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Lena Marshall Foundation Partners with a Women's Group in Ghana




We at the Foundation have been very active over the last few weeks. Very excited to be working with the women's group called Tebitaaba from Ghana.

TEBITAABA

Story by:

Mrs Gertrude Grumah-Gomnah (Founder)



TEBITAABA Women’s Development


TEBITAABA which directly translates as “support one another” is a Christian based women’s group in Nalerigu in the North East region of Ghana. Its membership however, is open to women with different faith backgrounds either than Christianity. The region is one of under development and very high illiteracy especially among the female population. The main source of livelihood for the people is subsistence farming. Thus, a pointer to high poverty rates and low quality of life. This is rightly the case of women of Nalerigu and the region in general. The region, in the area of education is also poorly rated as there is increasing numbers of school drop outs and cases of early marriages among the girls. It important to mention that the North East region is one of the newly created regions in carved out of a then Northern region in 2019. As such, is not without fundamental developmental challenges. The group was founded to achieve one major goal-to bring deprived and economically struggling women together to support themselves to each achieve financial empowerment through applying biblical principles which will lead to their economic independence to impact community development.




TEBITAABA, started in Nalerigu about two years ago in 2018 with three women. These three women as individuals processed sheanuts they picked from their husbands’ farms and wild into shea butter as is the norm in the northern part of Ghana. They then carried the shea butter on their heads from house to house for people to buy just for domestic (cooking). Their challenges however were that, they recorded very low sales as almost every household produced their own butter.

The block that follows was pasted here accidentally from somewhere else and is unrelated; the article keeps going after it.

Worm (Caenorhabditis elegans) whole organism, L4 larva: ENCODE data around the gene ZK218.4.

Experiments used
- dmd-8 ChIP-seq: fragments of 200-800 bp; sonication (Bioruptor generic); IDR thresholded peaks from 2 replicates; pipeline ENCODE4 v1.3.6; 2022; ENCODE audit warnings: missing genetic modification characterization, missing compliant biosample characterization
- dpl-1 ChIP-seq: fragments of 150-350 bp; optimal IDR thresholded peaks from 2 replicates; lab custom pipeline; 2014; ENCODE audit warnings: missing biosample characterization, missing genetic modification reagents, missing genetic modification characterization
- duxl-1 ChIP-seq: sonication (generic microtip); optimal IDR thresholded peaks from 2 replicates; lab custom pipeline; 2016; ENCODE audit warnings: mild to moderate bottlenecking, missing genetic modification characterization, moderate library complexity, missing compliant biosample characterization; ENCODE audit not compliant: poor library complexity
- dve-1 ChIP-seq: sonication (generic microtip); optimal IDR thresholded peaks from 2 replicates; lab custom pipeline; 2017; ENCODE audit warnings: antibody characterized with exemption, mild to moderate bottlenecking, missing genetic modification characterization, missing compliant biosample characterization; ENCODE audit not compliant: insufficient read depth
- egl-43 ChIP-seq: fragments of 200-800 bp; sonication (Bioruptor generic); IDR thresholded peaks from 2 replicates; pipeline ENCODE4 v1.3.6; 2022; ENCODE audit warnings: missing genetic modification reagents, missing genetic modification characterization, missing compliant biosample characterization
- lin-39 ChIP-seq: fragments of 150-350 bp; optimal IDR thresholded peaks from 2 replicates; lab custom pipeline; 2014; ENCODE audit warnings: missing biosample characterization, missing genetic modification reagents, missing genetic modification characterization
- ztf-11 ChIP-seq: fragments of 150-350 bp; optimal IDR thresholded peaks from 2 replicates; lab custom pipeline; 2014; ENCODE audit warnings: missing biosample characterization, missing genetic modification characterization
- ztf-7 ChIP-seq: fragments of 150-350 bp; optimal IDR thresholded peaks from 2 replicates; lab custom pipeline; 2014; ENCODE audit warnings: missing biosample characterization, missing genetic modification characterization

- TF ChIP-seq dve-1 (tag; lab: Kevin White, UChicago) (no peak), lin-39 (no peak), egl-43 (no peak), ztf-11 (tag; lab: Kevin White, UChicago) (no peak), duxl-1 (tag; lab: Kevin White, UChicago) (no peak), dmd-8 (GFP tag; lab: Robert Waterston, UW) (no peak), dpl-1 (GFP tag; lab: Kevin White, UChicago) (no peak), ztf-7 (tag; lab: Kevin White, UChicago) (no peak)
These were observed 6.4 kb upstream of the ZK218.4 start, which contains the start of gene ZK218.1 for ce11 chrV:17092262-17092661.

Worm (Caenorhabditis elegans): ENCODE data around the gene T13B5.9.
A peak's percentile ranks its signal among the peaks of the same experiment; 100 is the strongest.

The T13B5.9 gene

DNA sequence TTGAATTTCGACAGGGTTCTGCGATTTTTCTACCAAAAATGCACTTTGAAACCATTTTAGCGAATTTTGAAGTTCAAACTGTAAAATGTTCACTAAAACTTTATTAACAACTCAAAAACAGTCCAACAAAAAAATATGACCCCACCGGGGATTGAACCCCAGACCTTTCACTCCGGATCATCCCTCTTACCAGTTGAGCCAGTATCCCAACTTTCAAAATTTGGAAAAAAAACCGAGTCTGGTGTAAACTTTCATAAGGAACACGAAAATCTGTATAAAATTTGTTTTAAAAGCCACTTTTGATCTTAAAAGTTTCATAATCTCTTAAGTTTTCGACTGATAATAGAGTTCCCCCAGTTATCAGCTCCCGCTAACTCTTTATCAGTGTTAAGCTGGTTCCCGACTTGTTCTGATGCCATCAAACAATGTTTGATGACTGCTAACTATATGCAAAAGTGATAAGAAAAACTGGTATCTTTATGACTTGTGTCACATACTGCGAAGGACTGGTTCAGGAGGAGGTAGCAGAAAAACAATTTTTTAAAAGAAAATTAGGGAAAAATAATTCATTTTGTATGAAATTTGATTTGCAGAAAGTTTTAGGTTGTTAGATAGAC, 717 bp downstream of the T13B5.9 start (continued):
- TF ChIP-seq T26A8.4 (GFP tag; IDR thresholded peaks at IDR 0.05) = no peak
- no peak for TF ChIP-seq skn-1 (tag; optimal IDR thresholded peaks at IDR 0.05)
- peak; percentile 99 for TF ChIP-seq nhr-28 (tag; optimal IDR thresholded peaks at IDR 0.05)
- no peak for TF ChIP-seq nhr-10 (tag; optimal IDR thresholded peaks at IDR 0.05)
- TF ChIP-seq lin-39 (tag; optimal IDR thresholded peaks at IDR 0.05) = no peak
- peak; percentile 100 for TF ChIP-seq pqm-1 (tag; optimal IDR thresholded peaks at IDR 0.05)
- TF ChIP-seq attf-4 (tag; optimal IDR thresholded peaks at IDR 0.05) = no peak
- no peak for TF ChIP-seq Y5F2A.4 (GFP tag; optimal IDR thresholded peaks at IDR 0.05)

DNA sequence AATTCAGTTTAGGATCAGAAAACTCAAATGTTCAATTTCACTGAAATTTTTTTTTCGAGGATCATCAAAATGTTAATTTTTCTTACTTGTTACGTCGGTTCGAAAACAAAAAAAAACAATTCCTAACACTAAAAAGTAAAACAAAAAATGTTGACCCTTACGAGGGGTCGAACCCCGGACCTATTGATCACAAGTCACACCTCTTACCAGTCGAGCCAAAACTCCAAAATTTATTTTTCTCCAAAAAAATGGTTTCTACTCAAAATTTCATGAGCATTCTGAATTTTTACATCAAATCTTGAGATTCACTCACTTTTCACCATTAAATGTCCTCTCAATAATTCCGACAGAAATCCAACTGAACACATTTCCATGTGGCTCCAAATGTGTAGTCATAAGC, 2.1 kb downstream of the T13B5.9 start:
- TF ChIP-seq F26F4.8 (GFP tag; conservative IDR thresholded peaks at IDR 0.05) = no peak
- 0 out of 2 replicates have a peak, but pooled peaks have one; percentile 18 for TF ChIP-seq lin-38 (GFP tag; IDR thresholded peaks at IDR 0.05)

Additionally, they had only a season’s opportunity to engage in this trade once in a year because the shea tree like many crops fruits for a particular period in a year (mid-April-June) and their low income status meant that they could not buy and store extra nuts to work with once the season ended. This situation left them impoverished and very much economically dependent on their husbands and other family members for their basic needs and those of their children.


The founders of TEBITAABA, Gertrude and Grace who are among the few privileged women to have received formal education and natives of Nalerigu out of benevolence and a passion for women empowerment decided to provide some support to improve their plight. Their support was in two fold; first, they gave a little financial support each of the three women to enable them purchase and store a little more nuts.